No, not me. This is someone important. Dr. Stefan Talmon, a German barrister and University Lecturer in Public International Law and Tutorial Fellow, St. Anne’s College, University of Oxford, will be speaking on October 18th at 12:00 pm in the Moot Court room at the BYU Law School on the topic of “The U.N. Security Council as a Global Legislator.” This lecture derives from his recent law review article The Security Council as World Legislature, American Journal of International Law 99 (2005), pp. 175-193. I will try to make it since this is one of my primary interests in the field of law and relates somewhat to my own law review comment about the countermajoritarian difficulty and the international criminal court (2003), in which I specifically examine the role of international tribunals as super-legislatures.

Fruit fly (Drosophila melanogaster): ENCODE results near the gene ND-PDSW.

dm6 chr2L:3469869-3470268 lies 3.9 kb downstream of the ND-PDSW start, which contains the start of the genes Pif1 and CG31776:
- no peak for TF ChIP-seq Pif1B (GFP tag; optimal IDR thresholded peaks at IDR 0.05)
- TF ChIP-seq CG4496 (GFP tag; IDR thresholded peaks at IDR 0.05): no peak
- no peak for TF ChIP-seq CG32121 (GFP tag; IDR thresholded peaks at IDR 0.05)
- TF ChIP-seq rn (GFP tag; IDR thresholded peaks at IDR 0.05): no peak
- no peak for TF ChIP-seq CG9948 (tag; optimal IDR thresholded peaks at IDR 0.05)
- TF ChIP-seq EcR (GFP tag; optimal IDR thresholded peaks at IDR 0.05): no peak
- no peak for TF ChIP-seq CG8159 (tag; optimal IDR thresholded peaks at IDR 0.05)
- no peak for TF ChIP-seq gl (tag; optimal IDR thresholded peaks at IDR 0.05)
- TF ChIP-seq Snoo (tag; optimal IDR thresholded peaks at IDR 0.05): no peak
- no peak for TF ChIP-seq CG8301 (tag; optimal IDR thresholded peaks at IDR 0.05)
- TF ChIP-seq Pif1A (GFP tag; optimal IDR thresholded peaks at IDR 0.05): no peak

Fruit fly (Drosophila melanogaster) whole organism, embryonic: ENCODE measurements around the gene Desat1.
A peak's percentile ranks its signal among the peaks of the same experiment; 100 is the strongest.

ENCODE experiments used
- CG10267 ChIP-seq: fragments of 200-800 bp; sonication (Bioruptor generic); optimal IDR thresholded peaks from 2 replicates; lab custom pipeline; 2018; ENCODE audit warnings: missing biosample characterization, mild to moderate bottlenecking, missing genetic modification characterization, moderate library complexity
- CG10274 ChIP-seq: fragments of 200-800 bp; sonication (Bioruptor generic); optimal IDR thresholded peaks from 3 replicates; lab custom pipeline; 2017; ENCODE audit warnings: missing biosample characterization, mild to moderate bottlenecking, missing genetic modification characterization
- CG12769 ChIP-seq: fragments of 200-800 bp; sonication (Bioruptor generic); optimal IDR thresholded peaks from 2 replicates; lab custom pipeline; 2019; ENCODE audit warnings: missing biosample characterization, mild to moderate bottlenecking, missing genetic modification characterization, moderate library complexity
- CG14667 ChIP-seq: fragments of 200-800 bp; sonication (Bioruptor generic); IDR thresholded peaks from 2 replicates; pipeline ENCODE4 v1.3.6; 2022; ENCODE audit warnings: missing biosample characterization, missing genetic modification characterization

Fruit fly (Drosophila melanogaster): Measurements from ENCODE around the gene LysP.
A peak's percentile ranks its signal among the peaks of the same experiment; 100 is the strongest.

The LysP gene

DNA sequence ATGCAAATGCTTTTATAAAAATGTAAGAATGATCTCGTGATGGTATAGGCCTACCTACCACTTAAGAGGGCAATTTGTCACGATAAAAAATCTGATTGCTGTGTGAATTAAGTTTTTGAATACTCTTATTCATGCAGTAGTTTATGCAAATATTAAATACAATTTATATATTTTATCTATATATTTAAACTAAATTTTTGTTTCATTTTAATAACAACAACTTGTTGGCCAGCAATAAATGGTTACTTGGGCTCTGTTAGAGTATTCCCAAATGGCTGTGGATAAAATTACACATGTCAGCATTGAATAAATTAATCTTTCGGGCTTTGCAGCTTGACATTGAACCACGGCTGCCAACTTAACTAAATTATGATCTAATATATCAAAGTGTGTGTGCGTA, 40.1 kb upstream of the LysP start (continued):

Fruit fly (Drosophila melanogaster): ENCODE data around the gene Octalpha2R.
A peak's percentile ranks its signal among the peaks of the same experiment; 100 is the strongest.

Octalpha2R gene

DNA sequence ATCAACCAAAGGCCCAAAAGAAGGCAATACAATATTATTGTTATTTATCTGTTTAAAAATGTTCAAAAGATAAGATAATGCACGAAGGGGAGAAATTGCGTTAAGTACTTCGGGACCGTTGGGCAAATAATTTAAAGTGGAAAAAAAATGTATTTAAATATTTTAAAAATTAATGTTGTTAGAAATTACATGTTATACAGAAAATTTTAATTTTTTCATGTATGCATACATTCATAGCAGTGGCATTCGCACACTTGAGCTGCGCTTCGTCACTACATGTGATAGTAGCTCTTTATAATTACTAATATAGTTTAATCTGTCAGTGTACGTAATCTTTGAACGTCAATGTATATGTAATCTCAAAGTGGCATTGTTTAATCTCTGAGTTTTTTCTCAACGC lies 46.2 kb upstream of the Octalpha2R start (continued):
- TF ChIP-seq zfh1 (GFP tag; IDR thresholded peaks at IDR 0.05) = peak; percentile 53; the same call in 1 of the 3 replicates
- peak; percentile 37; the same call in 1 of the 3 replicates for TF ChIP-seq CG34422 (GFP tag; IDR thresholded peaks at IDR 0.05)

Dr. Talmon, for his part, does not “believe in theory for theory’s sake. In fact, theory, more often than not, not only fails to enhance the understanding of a problem but creates a tertium quid which stands, like a bank of fog on a still day, between the observer and the contours of the ground which call for investigation.” This is an interesting perspective, and one which I am eager to see him apply to the topic of international policy, adjudication, and legislation.